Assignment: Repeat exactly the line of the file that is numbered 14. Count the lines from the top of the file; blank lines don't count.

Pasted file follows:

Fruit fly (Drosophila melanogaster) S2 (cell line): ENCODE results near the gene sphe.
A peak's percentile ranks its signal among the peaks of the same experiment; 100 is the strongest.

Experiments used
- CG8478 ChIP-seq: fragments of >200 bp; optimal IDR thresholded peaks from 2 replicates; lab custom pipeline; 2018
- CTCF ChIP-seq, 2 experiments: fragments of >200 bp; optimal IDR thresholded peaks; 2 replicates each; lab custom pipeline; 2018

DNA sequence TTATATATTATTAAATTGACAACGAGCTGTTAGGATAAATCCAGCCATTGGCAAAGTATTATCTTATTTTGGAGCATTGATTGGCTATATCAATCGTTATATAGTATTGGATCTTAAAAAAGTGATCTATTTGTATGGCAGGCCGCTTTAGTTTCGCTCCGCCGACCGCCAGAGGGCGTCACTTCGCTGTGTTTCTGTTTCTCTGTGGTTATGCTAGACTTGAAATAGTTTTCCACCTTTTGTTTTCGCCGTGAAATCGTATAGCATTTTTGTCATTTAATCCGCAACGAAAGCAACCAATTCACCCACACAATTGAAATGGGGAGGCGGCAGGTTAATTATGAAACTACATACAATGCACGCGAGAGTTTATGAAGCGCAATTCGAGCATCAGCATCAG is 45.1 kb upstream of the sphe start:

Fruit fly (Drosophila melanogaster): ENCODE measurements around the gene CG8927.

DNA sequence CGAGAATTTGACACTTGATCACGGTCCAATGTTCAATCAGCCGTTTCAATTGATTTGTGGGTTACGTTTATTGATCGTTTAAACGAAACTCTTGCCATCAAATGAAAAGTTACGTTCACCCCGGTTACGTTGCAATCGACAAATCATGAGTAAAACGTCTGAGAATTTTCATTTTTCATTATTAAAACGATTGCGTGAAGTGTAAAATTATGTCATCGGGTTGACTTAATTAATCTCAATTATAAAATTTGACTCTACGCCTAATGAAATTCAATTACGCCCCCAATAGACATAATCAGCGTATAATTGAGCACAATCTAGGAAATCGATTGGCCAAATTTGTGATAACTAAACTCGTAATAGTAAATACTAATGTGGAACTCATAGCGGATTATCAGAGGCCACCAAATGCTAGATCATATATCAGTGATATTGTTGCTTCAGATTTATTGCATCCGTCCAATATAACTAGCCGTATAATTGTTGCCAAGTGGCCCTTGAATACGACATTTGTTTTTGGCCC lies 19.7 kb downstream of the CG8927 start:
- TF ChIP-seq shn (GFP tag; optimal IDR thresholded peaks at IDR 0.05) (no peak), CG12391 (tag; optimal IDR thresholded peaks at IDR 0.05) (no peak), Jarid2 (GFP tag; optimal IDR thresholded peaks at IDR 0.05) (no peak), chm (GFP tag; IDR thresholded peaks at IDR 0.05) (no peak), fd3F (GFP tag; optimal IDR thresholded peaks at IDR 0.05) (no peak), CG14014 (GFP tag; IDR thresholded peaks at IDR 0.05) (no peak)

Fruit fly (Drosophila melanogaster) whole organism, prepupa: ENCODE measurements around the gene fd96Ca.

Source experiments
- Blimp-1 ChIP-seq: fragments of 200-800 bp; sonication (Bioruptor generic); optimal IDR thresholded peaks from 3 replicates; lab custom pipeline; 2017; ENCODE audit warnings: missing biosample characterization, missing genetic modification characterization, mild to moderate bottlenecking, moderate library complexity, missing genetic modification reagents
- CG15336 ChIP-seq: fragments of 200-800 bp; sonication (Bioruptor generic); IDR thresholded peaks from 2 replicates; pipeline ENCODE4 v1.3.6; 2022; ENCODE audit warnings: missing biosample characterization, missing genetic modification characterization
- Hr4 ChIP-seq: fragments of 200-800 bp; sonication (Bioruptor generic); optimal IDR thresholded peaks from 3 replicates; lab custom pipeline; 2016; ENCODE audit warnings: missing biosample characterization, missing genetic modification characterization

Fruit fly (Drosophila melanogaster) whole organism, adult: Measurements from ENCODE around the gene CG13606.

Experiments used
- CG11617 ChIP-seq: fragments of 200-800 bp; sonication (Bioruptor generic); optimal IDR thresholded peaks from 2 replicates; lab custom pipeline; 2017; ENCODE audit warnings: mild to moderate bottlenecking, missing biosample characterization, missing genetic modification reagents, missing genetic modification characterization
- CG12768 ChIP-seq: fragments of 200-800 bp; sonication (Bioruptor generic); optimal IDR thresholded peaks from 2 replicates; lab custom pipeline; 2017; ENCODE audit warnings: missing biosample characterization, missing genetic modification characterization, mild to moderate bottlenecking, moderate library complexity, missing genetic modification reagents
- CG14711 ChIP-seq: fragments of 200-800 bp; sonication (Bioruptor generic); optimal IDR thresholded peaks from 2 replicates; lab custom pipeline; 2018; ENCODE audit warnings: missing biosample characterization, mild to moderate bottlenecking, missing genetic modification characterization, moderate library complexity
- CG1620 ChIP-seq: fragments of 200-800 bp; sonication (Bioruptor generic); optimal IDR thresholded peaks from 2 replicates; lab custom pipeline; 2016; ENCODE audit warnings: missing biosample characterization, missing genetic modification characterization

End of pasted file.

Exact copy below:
- Hr4 ChIP-seq: fragments of 200-800 bp; sonication (Bioruptor generic); optimal IDR thresholded peaks from 3 replicates; lab custom pipeline; 2016; ENCODE audit warnings: missing biosample characterization, missing genetic modification characterization